The Christmas of Saint Francis

The Word of the father, so holy, exalted, Our Lord Jesus Christ he whose coming was told, To Mary the blessed and glorious virgin. By Gabriel saying 'All hail, full of grace.The Lord give you peace...'

The Word of the father, so holy, exalted, Our Lord Jesus Christ he whose coming was told, To Mary the blessed and glorious virgin. By Gabriel saying 'All hail, full of grace.The Lord give you peace...'

Francis' highest intention, his chief desire, his uppermost purpose was to observe the Holy Gospel in all things and through all things and, with perfect vigilance, with all zeal, with all the longing of his mind and all the fervour of his heart, to follow the teaching and the footsteps of our Lord Jesus Christ.

The humility of the incarnation and the charity of the passion occupied his memory particularly, to the extent that he wanted to think of hardly anything else. What he did on the birthday of our Lord Jesus Christ near the little town called Greccio in the third year before his glorious death should especially be noted and recalled with reverent memory. In that place there was a certain man by the name of John, of good reputation and an even better life, whom blessed Francis loved with a special love, for in the place where he lived he held a noble and honourable position in as much as he had trampled upon the nobility of his birth and pursued nobility of soul.

Blessed Francis sent for this man, as he often did, about fifteen days before the birth of the Lord, and he said to him: “If you want us to celebrate the present feast of our Lord at Greccio, go with haste and diligently prepare what I tell you. For I wish to do something that will recall to memory the little Child who was born in Bethlehem and set before our bodily eyes in some way the inconveniences of his infant needs, how he lay in a manger, how, with an ox and an ass standing by, he lay upon the hay where he had been placed."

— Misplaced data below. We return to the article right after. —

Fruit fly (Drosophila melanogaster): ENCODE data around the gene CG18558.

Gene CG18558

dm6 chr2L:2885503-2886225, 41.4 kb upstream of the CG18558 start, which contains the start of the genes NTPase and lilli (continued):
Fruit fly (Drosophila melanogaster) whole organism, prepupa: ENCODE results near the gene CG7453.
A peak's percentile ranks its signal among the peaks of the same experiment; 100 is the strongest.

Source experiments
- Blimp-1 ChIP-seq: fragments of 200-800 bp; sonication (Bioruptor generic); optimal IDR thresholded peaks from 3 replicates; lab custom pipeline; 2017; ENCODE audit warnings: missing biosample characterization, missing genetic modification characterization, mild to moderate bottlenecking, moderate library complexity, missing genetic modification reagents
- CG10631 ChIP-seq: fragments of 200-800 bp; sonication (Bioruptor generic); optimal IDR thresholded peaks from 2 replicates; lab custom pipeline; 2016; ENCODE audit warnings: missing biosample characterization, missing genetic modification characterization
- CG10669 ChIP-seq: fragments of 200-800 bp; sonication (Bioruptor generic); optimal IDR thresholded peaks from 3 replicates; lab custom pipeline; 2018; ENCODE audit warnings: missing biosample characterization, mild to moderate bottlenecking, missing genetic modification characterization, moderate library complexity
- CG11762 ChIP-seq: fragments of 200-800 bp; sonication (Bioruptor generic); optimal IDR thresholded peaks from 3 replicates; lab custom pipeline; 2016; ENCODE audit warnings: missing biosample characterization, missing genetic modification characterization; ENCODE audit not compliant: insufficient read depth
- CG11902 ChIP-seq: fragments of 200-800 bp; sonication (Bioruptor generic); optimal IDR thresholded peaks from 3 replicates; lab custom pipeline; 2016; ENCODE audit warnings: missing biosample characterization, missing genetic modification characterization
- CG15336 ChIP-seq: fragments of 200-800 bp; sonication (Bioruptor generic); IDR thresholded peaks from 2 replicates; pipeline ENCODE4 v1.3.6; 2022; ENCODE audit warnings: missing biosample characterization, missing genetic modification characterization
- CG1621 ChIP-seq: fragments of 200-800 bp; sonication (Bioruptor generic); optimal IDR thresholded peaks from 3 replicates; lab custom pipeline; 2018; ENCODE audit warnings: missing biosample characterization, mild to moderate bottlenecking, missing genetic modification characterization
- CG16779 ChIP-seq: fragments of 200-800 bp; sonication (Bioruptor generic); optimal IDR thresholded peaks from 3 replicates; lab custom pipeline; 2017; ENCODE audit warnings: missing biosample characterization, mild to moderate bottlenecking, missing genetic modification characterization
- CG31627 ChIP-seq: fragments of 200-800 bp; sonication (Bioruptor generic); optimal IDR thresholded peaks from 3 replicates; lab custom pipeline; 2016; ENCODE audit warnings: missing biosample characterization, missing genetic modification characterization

When the good and faithful man heard these things, he ran with haste and prepared in that place all the things the saint had told him.

But the day of joy drew near, the time of great rejoicing came. The brothers were called from their various places. Men and women of that neighbourhood prepared with glad hearts, according to their means, candles and torches to light up that night that has lighted up all the days and years with its gleaming star.

At length the saint of God came, and finding all things prepared, he saw it and was glad. The manger was prepared, the hay had been brought, the ox and ass were led in. There simplicity was honoured, poverty was exalted, humility was commended, and Greccio was made, as it were, a new Bethlehem.

The night was lighted up like the day, and it delighted men and beasts. The people came and were filled with new joy over the new mystery. the woods rang with the voices of the crowd and the rocks made answer to their jubilation. The brothers sang, paying their debt of praise to the Lord, and the whole night resounded with their rejoicing. The saint of God stood before the manger, uttering sighs, overcome with love, and filled with a wonderful happiness. The solemnities of the Mass were celebrated over the manger and the priest experienced a new consolation.